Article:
How do you handle bank security?

Question 1:

David banks with ZedBank. He receives this e-mail message:

Dear ZedBank member--There has been an error on the ZedBank server and your internet login details have been lost. As a result, you have no access to Internet banking. Most importantly your account is no longer secure. Please click on the link below and follow the instructions to restore access. You will be asked to provide your Internet banking details.

Which of these statements would be good advice for David? Circle "Yes" or "No" for each statement.

  • Reply to the email message and provide his internet banking details. Yes / No
  • Contact his bank to inquire about the email message. Yes / No
  • If the link is the same as his bank's website address, click on the link and follow the instructions. Yes / No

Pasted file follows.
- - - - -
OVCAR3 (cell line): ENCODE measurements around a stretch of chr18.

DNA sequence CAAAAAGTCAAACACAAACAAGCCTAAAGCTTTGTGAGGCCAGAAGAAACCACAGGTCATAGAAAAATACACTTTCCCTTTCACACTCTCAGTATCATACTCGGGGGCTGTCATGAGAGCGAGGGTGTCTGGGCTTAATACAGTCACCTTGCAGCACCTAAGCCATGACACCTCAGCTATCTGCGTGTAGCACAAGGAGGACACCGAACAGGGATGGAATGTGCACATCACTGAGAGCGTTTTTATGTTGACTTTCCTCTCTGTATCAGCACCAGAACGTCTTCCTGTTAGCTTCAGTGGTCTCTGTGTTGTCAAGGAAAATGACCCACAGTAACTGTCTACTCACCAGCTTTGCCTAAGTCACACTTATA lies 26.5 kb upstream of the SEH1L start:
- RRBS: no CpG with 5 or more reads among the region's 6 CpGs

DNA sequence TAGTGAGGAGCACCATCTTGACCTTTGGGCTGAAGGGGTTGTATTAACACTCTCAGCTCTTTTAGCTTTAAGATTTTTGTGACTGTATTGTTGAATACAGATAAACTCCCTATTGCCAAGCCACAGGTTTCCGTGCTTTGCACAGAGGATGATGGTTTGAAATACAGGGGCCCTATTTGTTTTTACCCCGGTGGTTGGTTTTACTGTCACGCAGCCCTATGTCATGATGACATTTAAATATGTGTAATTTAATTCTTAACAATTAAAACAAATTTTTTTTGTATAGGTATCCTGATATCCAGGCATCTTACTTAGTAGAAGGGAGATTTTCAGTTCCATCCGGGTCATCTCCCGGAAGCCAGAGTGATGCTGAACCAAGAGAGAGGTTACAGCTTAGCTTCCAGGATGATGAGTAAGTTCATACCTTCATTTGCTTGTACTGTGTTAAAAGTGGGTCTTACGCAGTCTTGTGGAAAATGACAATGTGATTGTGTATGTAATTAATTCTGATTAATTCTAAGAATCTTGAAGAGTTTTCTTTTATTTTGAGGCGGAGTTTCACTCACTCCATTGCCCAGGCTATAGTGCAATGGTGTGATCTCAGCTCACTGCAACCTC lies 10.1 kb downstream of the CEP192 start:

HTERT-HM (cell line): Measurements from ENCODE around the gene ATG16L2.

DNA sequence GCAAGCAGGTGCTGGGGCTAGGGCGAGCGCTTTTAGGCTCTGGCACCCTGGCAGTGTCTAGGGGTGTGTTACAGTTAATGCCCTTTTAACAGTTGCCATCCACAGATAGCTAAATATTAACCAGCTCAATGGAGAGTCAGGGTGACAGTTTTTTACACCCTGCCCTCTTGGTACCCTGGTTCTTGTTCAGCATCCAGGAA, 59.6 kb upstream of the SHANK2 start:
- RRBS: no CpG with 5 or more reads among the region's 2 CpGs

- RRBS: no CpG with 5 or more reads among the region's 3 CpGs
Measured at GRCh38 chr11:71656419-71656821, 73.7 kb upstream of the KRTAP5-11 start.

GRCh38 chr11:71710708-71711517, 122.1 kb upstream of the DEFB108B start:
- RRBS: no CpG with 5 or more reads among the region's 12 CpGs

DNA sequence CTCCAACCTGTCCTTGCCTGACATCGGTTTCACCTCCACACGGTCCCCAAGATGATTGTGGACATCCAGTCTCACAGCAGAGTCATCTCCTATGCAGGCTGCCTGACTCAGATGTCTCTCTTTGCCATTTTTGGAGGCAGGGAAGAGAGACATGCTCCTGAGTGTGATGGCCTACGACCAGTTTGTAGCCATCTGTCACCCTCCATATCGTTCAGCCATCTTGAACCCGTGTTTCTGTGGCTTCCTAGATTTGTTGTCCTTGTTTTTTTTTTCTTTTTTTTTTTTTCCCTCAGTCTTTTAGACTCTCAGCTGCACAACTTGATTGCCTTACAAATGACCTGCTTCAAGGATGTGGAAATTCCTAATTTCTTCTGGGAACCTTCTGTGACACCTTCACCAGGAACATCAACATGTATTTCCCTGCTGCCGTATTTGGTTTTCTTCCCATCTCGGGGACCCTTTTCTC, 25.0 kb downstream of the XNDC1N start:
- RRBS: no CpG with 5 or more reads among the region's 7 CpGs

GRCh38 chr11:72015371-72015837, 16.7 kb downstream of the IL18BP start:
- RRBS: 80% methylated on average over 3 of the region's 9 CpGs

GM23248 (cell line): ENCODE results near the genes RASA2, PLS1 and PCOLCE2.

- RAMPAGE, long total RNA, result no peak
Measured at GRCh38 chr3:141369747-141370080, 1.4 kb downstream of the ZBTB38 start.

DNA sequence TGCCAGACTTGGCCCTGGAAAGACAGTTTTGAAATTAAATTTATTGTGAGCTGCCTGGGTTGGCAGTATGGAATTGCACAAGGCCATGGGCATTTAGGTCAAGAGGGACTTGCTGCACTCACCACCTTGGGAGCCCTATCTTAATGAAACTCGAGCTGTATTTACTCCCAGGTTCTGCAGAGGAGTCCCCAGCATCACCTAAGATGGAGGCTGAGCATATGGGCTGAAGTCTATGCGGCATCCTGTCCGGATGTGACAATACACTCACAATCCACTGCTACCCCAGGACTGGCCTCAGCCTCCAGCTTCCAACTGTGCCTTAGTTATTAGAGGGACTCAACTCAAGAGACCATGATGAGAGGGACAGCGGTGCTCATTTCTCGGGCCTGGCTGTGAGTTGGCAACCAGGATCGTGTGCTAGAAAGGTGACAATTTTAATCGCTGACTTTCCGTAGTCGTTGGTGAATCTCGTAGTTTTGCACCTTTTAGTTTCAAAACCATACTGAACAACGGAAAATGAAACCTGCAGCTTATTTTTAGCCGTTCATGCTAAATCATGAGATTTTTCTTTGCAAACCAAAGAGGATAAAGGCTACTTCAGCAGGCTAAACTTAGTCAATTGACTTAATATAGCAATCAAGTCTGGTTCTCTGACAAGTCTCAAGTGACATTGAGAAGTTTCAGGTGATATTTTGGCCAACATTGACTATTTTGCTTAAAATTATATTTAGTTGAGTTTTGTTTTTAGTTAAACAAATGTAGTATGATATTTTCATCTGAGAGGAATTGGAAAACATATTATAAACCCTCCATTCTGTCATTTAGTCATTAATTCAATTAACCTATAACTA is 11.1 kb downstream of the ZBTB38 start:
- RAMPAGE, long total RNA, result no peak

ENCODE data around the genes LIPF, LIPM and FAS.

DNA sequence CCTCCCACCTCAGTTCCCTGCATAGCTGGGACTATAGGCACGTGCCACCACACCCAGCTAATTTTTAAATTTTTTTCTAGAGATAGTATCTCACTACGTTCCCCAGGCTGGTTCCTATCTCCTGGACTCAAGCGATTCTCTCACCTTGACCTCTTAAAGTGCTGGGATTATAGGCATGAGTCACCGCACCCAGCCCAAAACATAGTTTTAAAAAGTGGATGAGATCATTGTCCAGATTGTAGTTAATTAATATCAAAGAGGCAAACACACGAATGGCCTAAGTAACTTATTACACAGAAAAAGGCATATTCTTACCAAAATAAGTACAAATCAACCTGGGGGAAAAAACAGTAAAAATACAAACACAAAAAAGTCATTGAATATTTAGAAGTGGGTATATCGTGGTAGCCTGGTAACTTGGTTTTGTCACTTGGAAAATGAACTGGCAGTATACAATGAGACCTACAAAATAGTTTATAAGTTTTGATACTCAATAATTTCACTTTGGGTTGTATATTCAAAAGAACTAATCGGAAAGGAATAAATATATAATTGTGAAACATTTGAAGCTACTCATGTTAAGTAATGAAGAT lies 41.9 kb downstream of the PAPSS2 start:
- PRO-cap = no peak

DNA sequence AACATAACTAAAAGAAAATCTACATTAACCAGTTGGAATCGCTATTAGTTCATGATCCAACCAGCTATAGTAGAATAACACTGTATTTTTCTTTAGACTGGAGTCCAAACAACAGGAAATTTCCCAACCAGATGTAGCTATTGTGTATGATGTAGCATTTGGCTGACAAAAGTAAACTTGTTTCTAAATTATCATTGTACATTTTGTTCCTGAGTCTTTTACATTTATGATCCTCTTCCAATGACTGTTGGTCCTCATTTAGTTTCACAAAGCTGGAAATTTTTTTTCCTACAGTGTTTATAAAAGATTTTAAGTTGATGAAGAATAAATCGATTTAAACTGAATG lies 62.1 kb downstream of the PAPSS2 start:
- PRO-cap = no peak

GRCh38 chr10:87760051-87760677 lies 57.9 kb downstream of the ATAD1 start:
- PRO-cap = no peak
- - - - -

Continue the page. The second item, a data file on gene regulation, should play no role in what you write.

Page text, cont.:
Internet banking security

If you answered no, yes, no, you got a passing mark for question 1.

The OECD says the question is designed to evaluate how well students understand the risks of banking fraud. Such error messages are often "phishing" scams to lure consumers to fake websites, where scammers collect logins and passwords. The question doesn't ask students to perform a numerical operation, but to judge which piece of advice would be considered good advice.

Insurance basics

Question 2:

Last year, Steve's motorbike was insured with the PINSURA insurance company. The insurance policy covered damage to the motorbike from accidents and theft.

Steve plans to renew his insurance with PINSURA this year, but a number of factors in his life have changed since last year. How is each of the following factors likely to affect the cost of Steve's motorbike insurance this year? Circle "Increases cost," "Reduces cost" or "Has no effect on cost" for each factor.

  • Steve replaced his old motorbike with a much more powerful motorbike. Increases cost / Reduces cost / Has no effect on cost
  • Steve has painted his motorbike a different color. Increases cost / Reduces cost / Has no effect on cost